Colorado PROFILES, The Colorado Clinical and Translational Sciences Institute (CCTSI)
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Sex and the endocrine regulation of fuel metabolism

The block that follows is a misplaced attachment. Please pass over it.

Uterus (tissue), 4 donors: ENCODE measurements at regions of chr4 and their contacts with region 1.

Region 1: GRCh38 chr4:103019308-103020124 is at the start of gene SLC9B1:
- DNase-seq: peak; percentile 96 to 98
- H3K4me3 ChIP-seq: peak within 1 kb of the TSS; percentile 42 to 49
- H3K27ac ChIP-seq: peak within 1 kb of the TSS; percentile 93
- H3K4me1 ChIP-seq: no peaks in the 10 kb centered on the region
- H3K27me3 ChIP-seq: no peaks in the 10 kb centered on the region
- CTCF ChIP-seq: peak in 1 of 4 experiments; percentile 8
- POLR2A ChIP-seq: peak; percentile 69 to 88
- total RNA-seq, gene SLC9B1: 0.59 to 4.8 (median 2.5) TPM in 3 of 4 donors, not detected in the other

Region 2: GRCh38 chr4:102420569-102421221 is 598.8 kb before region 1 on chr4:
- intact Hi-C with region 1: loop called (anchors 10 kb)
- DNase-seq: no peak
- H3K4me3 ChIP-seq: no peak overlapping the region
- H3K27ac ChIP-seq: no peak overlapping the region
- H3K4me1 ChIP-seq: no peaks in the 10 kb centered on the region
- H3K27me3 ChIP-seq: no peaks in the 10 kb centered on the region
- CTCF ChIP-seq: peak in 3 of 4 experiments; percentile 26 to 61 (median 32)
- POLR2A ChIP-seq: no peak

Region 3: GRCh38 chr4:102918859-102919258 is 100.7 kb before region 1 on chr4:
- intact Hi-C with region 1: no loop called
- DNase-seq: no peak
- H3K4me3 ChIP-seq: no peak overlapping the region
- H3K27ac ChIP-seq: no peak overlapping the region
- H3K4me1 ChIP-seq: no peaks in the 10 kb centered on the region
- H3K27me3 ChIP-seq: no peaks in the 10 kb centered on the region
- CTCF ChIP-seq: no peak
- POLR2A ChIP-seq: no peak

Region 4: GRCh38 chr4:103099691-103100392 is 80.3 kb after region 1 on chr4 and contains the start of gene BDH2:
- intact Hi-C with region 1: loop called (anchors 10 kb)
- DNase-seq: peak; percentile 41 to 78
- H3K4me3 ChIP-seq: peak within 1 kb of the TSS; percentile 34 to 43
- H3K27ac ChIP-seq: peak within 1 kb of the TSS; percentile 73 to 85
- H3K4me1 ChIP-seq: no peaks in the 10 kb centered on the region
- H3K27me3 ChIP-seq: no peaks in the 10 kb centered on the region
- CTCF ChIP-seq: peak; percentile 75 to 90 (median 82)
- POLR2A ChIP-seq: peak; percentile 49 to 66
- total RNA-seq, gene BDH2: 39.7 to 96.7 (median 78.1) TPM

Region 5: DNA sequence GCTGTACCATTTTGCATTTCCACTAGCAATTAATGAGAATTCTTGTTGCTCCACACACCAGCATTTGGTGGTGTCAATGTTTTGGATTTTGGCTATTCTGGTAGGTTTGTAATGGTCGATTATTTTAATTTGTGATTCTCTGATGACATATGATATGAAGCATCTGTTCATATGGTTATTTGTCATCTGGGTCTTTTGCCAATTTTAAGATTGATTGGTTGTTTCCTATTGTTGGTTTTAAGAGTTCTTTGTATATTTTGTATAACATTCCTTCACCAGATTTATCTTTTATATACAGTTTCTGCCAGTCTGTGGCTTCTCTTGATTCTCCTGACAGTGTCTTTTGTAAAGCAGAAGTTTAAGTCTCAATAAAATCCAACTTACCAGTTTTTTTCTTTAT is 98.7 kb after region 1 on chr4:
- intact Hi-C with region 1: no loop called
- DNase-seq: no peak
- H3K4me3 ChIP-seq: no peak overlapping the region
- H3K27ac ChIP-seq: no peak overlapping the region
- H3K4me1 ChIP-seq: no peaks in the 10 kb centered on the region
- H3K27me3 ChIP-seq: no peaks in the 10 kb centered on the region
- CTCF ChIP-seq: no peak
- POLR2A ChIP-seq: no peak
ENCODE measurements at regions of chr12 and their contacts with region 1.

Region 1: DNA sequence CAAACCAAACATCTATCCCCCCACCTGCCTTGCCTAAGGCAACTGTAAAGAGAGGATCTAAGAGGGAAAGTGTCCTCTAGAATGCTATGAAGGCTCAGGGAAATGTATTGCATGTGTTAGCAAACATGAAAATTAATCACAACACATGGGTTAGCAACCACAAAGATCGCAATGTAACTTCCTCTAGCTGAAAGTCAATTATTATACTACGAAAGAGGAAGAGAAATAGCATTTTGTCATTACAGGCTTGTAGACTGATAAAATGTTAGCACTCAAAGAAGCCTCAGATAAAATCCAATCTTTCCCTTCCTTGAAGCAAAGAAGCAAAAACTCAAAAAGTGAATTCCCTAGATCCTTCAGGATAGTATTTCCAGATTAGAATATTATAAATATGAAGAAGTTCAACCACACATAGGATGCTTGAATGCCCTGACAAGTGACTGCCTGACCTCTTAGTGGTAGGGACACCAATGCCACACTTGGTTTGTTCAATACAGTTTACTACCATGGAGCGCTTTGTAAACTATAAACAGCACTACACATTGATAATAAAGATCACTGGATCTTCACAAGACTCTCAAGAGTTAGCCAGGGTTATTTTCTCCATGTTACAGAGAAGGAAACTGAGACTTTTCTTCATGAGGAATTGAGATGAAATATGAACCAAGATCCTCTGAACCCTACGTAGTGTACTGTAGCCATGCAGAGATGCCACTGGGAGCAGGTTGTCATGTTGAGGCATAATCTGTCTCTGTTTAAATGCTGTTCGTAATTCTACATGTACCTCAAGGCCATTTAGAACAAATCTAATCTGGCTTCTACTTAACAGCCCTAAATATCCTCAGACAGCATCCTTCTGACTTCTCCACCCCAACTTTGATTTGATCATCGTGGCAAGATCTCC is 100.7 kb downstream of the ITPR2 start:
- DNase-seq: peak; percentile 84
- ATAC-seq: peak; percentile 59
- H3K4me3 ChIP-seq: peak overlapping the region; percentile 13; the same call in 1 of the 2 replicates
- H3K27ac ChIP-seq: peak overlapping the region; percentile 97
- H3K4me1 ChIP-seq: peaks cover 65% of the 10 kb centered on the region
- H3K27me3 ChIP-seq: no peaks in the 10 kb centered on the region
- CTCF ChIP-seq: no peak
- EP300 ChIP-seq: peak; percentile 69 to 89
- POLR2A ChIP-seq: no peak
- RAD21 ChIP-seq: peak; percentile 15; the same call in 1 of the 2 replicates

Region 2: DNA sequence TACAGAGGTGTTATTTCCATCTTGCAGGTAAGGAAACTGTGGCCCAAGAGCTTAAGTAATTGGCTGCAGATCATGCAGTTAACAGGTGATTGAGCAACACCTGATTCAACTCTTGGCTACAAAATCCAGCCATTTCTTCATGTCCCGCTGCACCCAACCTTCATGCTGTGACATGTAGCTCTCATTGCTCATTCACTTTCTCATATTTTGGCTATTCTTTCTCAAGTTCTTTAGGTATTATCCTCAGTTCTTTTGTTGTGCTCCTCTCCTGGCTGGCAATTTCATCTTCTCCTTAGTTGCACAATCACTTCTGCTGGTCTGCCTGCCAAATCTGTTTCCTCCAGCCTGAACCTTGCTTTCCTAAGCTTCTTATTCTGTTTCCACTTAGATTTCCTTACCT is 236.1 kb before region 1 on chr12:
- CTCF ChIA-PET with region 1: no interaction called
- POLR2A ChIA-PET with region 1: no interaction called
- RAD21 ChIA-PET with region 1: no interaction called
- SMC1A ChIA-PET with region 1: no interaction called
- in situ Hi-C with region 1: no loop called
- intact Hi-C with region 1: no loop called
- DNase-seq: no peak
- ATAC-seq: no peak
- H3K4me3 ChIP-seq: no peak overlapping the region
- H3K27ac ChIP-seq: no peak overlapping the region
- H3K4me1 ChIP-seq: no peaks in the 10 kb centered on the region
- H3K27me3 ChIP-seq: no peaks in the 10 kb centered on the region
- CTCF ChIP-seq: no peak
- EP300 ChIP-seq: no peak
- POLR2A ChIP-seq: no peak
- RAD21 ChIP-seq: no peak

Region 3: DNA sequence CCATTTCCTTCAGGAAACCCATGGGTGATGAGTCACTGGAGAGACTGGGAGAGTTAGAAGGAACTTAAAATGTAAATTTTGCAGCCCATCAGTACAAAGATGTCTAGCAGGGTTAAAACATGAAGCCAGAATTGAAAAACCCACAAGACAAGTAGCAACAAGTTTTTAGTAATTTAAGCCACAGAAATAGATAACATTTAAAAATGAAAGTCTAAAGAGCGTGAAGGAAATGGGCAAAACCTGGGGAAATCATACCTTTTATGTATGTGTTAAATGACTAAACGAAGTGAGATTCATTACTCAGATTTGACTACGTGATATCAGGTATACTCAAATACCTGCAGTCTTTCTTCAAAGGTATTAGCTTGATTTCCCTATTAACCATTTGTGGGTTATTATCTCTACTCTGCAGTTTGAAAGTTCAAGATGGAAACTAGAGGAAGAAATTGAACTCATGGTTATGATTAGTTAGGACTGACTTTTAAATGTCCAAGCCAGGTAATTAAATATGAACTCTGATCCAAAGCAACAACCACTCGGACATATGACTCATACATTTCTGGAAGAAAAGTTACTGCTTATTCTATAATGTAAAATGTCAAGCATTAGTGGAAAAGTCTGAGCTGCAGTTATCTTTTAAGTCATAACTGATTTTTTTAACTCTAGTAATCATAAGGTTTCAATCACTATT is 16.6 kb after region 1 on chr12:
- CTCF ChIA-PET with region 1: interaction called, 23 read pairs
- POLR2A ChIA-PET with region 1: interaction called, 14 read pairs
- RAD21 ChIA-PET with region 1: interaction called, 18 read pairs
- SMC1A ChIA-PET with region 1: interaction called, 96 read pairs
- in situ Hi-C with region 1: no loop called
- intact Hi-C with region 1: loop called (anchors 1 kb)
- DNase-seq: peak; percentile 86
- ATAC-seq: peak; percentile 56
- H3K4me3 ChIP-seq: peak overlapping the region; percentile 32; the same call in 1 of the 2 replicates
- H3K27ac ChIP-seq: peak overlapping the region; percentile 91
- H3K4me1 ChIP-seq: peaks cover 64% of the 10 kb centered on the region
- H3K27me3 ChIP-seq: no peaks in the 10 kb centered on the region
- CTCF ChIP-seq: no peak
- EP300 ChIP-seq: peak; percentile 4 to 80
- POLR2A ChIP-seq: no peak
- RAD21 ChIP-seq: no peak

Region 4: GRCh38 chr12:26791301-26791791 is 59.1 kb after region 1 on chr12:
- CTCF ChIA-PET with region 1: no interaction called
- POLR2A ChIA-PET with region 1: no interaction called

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In recent years, a number of important differences between men and women have been identified in the regulation of the storage and metabolism of energy yielding substrates. Such differences have implications for sex-specific etiology and treatment of diseases, especially diseases that have a strong metabolic basis such as obesity, type 2 diabetes, and coronary heart disease. The PI has preliminary data showing that there is a reduced catecholamine response to exercise in women vs men and that this is associated with similar or greater increases in circulating glycerol and free-fatty acid (FFA) levels, but similar glucose levels. In addition, women have a higher relative contribution of lipid to total fuel oxidation during exercise compared to men. This suggests an increased sensitivity to the lipolytic action of catecholamines in women vs men and an increased propensity to utilize lipid when lipid is mobilized. This data was confirmed during matched, resting, infusions of epinephrine, norepinephrine, or the 2 combined in men and women. That is, women had higher glycerol levels vs men and a greater contribution of lipid to total fuel oxidation during each infusion. In addition, glucose concentrations were significantly greater in women vs men after epinephrine but not after norepinephrine or epinephrine plus norepinephrine. Studies in Specific Aim 1 of the current proposal will identify the specific adrenergic receptors (B and/or a) involved in these sex differences in systemic substrate changes and fuel oxidation. This will be achieved via resting infusions of specific adrenergic agonists, and/or antagonists, combined with stable isotope measures of glycerol, palmitate and glucose turnover and whole-body measures of respiratory gas exchange and palmitate oxidation. In order to begin to determine the role of the sex-steroids in the sex differences in catecholamine stimulated substrate metabolism, Specific Aim 2 will use a gonadotropin-releasing hormone (GnRH) antagonist to suppress endogenous sex-steroid production in men. Epinephrine stimulated substrate metabolism will be studied pre-GnRH treatment, in the suppressed state and then following testosterone add back. In this GnRH suppression study, metabolism will be assessed via stable isotope measures of glycerol, FFA and glucose turnover and whole-body respiratory gas exchange measures.

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